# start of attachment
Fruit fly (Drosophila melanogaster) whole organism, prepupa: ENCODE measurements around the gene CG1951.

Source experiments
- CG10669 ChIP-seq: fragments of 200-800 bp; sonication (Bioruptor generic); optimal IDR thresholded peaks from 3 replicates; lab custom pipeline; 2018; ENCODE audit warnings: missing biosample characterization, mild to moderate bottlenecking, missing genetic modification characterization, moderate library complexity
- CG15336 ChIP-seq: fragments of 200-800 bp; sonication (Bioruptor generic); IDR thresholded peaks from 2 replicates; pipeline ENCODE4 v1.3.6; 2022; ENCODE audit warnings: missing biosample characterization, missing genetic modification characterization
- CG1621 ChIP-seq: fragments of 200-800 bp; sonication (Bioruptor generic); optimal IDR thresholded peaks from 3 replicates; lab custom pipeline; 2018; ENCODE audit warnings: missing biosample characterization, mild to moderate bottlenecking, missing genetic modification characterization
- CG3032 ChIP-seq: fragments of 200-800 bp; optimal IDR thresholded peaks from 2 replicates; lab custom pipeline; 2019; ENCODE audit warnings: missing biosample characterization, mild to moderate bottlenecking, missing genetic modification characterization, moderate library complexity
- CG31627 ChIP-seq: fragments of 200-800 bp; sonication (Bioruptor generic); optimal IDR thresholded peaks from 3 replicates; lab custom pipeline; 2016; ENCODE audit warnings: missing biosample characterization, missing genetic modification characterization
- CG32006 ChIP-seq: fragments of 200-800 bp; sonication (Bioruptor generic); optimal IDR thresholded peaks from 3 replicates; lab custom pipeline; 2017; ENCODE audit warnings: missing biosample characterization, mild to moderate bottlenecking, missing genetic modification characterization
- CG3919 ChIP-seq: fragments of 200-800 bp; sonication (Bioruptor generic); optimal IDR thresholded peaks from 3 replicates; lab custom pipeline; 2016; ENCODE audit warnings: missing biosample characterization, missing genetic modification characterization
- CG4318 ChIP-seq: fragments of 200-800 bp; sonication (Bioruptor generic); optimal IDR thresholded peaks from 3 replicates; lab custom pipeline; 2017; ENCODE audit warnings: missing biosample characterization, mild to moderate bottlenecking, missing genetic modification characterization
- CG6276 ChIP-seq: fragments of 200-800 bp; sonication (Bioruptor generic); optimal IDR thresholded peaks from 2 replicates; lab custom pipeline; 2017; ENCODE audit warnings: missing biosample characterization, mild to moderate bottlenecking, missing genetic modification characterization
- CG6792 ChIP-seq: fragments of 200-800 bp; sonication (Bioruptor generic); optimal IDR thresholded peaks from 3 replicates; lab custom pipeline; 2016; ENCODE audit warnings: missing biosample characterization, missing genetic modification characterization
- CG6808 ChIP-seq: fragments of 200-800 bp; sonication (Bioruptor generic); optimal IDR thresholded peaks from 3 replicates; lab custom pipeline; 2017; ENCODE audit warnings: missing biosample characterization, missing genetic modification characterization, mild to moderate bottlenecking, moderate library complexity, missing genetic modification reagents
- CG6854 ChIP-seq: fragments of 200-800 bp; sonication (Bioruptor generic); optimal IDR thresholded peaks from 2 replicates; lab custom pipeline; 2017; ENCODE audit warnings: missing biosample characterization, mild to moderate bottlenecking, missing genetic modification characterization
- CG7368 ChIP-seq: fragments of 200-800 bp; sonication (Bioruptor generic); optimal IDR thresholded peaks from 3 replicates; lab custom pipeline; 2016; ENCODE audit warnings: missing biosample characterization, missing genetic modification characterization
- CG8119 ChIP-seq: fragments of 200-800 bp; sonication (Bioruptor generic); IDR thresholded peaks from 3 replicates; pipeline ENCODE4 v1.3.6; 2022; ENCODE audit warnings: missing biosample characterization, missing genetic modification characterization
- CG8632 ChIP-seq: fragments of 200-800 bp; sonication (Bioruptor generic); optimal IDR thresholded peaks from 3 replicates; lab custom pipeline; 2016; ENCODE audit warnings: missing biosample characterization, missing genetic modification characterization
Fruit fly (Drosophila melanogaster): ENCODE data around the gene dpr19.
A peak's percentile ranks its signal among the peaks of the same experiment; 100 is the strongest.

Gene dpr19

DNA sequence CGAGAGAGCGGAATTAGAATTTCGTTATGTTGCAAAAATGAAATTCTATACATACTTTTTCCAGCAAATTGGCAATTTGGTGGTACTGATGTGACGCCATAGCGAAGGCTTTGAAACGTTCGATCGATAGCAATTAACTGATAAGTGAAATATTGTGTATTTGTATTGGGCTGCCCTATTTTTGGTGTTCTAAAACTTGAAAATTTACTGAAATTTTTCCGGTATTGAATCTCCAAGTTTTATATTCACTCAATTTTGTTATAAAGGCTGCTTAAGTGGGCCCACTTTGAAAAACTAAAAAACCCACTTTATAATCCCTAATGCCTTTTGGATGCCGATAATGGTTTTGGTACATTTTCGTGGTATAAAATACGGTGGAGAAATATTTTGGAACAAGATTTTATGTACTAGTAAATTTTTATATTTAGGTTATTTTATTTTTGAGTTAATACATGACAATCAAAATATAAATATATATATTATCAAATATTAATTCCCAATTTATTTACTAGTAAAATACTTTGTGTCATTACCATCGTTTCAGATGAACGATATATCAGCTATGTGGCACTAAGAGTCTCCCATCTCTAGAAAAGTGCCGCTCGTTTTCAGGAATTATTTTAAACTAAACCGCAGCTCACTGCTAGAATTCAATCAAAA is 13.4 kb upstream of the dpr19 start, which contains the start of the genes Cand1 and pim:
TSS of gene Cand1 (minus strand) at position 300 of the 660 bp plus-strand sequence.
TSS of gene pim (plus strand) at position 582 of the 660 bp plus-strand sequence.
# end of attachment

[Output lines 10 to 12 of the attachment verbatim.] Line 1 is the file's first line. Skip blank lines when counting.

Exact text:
- CG4318 ChIP-seq: fragments of 200-800 bp; sonication (Bioruptor generic); optimal IDR thresholded peaks from 3 replicates; lab custom pipeline; 2017; ENCODE audit warnings: missing biosample characterization, mild to moderate bottlenecking, missing genetic modification characterization
- CG6276 ChIP-seq: fragments of 200-800 bp; sonication (Bioruptor generic); optimal IDR thresholded peaks from 2 replicates; lab custom pipeline; 2017; ENCODE audit warnings: missing biosample characterization, mild to moderate bottlenecking, missing genetic modification characterization
- CG6792 ChIP-seq: fragments of 200-800 bp; sonication (Bioruptor generic); optimal IDR thresholded peaks from 3 replicates; lab custom pipeline; 2016; ENCODE audit warnings: missing biosample characterization, missing genetic modification characterization